Oh, and the argument that the NSA isn’t interested in me, is not paying attention to my updates and hence I should not be concerned, means nothing because they shouldn’t have access to my communication in the first place. I am concerned, so should you.  We must begin by limiting the overarching powers of the state, emphasizing on the rule of law and demand absolute accountability. Our information should be personal and the government’s should be public.

Recently, Bolo Bhi joined a Global Coalition that endorses 13 International Principles on the Application of Human Rights to Communications Surveillance: Legality, Legitimate Aim, Necessity, Adequacy, Proportionality, Competent Judicial Authority, Due Process, User Notification, Transparency, Public Oversight, Integrity of Communications and Systems, Safeguards for International Cooperation and Safeguards against Illegitimate Access []. These principles do not negate a government’s action to limit privacy, but instead create a framework where this can be done, provided legitimate reasons, legitimate transparent actions are taken in proportion to the situation at hand. It gives protection to the individual from being prosecuted or violated for no reason, while giving a legal pathway for governments and individuals to follow. It forms a compromise between the individual and the state.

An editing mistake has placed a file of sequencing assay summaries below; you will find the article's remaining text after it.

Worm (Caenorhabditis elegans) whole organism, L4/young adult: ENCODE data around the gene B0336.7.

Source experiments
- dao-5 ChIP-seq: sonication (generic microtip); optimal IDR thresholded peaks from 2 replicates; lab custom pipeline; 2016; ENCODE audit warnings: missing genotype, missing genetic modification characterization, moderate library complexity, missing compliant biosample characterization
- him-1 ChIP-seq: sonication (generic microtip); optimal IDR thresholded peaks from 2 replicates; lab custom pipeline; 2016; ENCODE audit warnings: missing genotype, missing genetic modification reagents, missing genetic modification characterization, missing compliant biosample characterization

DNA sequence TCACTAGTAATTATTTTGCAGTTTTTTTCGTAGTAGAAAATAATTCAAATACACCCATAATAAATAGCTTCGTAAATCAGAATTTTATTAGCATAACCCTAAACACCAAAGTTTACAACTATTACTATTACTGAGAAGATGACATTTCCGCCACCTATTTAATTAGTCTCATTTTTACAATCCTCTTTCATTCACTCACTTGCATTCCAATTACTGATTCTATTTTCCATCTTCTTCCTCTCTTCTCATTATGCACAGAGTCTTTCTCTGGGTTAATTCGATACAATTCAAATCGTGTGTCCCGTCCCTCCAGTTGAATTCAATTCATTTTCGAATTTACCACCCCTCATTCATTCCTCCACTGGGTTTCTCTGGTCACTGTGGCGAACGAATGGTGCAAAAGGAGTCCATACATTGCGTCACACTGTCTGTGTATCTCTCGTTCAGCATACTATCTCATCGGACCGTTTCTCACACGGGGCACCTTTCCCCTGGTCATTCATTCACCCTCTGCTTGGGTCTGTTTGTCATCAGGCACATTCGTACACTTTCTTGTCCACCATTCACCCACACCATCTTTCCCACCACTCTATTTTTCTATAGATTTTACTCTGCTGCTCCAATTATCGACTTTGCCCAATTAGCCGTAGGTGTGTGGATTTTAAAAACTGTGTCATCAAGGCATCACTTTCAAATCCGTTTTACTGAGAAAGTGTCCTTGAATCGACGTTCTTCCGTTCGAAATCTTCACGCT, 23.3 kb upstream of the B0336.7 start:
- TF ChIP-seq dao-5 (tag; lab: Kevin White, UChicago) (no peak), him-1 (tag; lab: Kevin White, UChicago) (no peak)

Considering the current state of privacy in Pakistan and the immense control the Government and the Ministry of Information Technology  exercise over our right to information, I believe this step to be extremely crucial. While Bolo Bhi alone cannot pressure the government to implement these principles, if the citizens act as a pressure group,  our fundamental right to privacy can be protected.